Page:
|Publication number||US5591780 A|
|Application number||US 08/633,325|
|Publication date||Jan 7, 1997|
|Filing date||Apr 17, 1996|
|Priority date||Mar 18, 1994|
|Also published as||DE69509690D1, DE69509690T2, EP0672696A1, EP0672696B1|
|Publication number||08633325, 633325, US 5591780 A, US 5591780A, US-A-5591780, US5591780 A, US5591780A|
|Inventors||Krunoslav Muha, Steven P. Hulme, Mark E. Harakal|
|Original Assignee||Air Products And Chemicals, Inc.|
|Export Citation||BiBTeX, EndNote, RefMan|
|Patent Citations (15), Referenced by (15), Classifications (12), Legal Events (3)|
|External Links: USPTO, USPTO Assignment, Espacenet|
This application is a continuation of application Ser. No. 08/215,067 filed on Mar. 18, 1994.
The present invention relates to the use of imidazoles as catalysts for producing polyurethanes.
The polyurethane industry is coming under increased pressure from many environmental groups due to emissions of chemicals during the production of foam, worker exposure to these chemicals, and ultimately the recyclability of the final polyurethane materials. During the foaming process, polyols are reacted with polyisocyanates in the presence of blowing agents, i.e., water and secondary materials such as chlorofluorocarbons (CFCs), methylene chloride, and the like. An integral part of the production of these foams is the inclusion of silicone surfactants to stabilize the developing foam cells and catalysts to both initiate the foam reaction (blowing reaction) and effect cure of the developing foam matrix (gelling reaction). Typical catalysts used to initiate the blow and gel reactions in polyether polyol flexible foam formulations are bisdimethylaminoethylether and triethylenediamine (TEDA). Both these molecules possess tertiary amine functionality.
As compared to flexible polyether polyol formulations, foams formulated from polyester polyols have significantly higher reactivity that require the use of different types of catalysts. A polyester polyol differs from a polyether polyol in terms of its functionality, molecular weight and the nature of the hydroxyl groups. Polyester polyols contain highly reactive primary alcohols, while polyether polyols usually contain less reactive secondary alcohols.
Of greater significance to the selection of a catalyst in these systems is the use of different ratios of toluenediisocyanate (TDI) isomers. The difference in reactivity toward the blowing reaction (isocyanate and water reaction to form CO2) is a result of the 2,4-TDI isomer being more reactive to the water molecular than the 2,6-TDI isomer due to steric hindrance in the latter. The difference in reactivity toward the gelation reaction (isocyanate and polyol reacting to form polyurethane linkages) between the isomers is even greater due to the size of the polyol chains restricting mobility of the OH functional group. Thus the quantitative effect of steric hindrance of the 2,6-TDI isomer is increased. As gelation is reduced significantly with the 2,6-TDI isomer compared to the 2,4-TDI isomer, additional urea formation is feasible via the continued blowing reaction resulting in enhanced cell openness. The combination of reduced activity, substantially reduced gelation and increased cell opening from urea formation leads to the need for a relatively strong gelation catalyst when higher amounts of 2,6-TDI isomer are used.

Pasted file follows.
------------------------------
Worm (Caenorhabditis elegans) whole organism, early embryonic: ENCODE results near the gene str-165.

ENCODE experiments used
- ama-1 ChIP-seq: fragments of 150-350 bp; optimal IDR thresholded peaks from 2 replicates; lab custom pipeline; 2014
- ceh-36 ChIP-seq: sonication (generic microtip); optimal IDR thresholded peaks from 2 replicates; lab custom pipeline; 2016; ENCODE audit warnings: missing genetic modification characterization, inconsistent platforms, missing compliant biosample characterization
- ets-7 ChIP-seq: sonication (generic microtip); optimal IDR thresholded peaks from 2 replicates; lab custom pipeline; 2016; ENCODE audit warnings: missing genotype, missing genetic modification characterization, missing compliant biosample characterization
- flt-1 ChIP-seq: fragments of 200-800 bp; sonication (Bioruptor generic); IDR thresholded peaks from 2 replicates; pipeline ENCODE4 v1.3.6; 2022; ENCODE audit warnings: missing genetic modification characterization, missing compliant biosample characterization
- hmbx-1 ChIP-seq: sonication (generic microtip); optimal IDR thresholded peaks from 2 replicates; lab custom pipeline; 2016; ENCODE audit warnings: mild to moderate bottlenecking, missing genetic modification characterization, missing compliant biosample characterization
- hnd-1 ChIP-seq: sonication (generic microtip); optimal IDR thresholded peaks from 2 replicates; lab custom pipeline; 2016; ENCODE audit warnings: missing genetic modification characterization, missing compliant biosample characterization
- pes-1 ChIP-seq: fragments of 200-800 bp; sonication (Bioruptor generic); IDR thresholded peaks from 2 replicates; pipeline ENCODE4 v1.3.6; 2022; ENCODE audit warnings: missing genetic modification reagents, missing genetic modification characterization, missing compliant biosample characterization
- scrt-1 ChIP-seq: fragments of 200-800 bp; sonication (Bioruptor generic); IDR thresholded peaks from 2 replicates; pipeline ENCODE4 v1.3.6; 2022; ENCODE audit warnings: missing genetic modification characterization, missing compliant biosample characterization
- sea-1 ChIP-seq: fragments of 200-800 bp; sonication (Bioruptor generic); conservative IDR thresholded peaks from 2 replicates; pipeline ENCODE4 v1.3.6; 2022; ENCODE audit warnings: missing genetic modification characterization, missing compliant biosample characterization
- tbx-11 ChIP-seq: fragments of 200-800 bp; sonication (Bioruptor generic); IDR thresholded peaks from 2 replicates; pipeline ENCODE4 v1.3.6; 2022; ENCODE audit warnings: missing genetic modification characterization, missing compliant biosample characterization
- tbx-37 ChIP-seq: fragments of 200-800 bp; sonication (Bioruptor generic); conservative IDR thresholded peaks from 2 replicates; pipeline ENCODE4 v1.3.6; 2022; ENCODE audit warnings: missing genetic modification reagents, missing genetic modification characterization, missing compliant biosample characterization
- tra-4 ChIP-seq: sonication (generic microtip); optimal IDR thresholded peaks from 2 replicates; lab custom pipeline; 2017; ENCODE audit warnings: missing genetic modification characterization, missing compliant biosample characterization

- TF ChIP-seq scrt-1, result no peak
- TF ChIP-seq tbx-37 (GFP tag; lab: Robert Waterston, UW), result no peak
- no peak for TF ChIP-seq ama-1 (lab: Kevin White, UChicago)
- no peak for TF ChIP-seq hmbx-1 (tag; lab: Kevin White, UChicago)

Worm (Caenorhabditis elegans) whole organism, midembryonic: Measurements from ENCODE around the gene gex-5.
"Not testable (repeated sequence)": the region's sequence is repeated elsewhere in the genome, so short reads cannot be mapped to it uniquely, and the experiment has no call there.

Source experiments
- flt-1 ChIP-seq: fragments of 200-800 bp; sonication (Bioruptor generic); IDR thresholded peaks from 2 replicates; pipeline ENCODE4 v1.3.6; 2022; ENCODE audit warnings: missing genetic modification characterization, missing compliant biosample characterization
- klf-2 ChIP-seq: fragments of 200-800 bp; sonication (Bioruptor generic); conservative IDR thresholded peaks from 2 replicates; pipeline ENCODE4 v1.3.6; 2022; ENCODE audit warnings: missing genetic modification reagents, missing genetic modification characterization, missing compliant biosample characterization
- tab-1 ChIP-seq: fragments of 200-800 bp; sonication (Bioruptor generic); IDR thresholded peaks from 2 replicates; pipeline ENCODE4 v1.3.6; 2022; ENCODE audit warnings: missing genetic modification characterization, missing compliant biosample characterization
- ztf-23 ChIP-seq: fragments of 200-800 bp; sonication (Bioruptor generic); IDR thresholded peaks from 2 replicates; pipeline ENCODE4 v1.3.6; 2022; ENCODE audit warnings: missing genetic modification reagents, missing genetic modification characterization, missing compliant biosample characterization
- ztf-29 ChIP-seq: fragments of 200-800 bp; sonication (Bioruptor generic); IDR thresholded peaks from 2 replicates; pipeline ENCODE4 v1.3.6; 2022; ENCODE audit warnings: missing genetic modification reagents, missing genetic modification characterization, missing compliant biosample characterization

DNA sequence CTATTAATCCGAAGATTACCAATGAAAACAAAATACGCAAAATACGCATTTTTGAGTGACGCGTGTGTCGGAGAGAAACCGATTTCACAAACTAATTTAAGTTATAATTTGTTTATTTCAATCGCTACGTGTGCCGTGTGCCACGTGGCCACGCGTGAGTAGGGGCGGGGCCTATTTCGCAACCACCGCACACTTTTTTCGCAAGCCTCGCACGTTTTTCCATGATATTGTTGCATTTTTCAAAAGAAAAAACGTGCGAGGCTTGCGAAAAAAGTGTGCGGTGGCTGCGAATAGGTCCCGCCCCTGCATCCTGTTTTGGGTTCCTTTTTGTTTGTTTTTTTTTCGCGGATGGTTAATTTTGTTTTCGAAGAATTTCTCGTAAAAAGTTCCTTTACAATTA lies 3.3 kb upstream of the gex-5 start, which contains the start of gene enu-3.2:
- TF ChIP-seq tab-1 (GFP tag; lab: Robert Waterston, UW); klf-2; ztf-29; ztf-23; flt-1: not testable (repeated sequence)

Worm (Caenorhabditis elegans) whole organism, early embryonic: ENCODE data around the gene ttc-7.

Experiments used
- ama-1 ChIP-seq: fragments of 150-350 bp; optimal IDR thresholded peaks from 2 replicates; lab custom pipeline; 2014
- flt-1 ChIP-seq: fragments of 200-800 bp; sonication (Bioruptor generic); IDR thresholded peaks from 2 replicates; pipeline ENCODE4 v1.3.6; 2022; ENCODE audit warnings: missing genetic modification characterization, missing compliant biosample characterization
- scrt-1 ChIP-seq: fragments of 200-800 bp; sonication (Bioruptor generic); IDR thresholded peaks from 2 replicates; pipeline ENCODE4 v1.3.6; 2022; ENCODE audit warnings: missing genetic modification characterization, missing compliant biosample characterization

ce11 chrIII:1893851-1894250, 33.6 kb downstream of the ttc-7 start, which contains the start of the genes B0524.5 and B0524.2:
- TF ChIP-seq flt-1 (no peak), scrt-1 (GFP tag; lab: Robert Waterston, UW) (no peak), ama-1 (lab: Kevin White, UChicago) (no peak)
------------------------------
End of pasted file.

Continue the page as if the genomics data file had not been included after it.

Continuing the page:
Only a few catalyst molecules allow for foam formation with desired smooth reaction profiles and without final foam shrinkage. By smooth reaction profile, we mean a low maximum rise rate of the developing foam which leads to smooth processability resulting in minimized density and air flow gradients, reduced voids and split-free as well as pinhole-free foam. The catalyst must work synergistically with the silicone surfactant providing for good processing latitude that results in smooth rise profiles, minimal recession, consistent density distribution and sufficient cell openness. A catalyst for polyester slabstock foam must have strong blowing capabilities in TDI 80/20 (2,4TDI/2,6-TDI) formulations. The catalyst should have well balanced blow/gelation characteristics for formulations based on mixtures of TDI 80/20 and TDI 65/35, while stronger gelation characteristics are required for formulations based on TDI 65/35. In formulations based upon TDI 80/20, the blowing catalysts utilized are typically based upon morpholine structures, such as N-ethylmorpholine (NEM) or N-methylmorpholine NMM), and 1,2-dimethylpiperazine (DMP) with N-cetylamine used as a co-catalyst to effect gelation. In mixed isocyanate (TDI 80/20 and TDI 65/35) or TDI 65/35 isocyanate systems, the catalyst must have more balanced blow to gelation properties; for these formulations, benzyldimethylamine (BDMA) is typically used as a catalyst. Both the NEM and BDMA type catalysts provide for broad processing latitude with optimal foam characteristics. Physical properties of the foam must include a scorch-free appearance (no yellowing) with fine cell structures free of pinholes which is required for flame lamination to textile.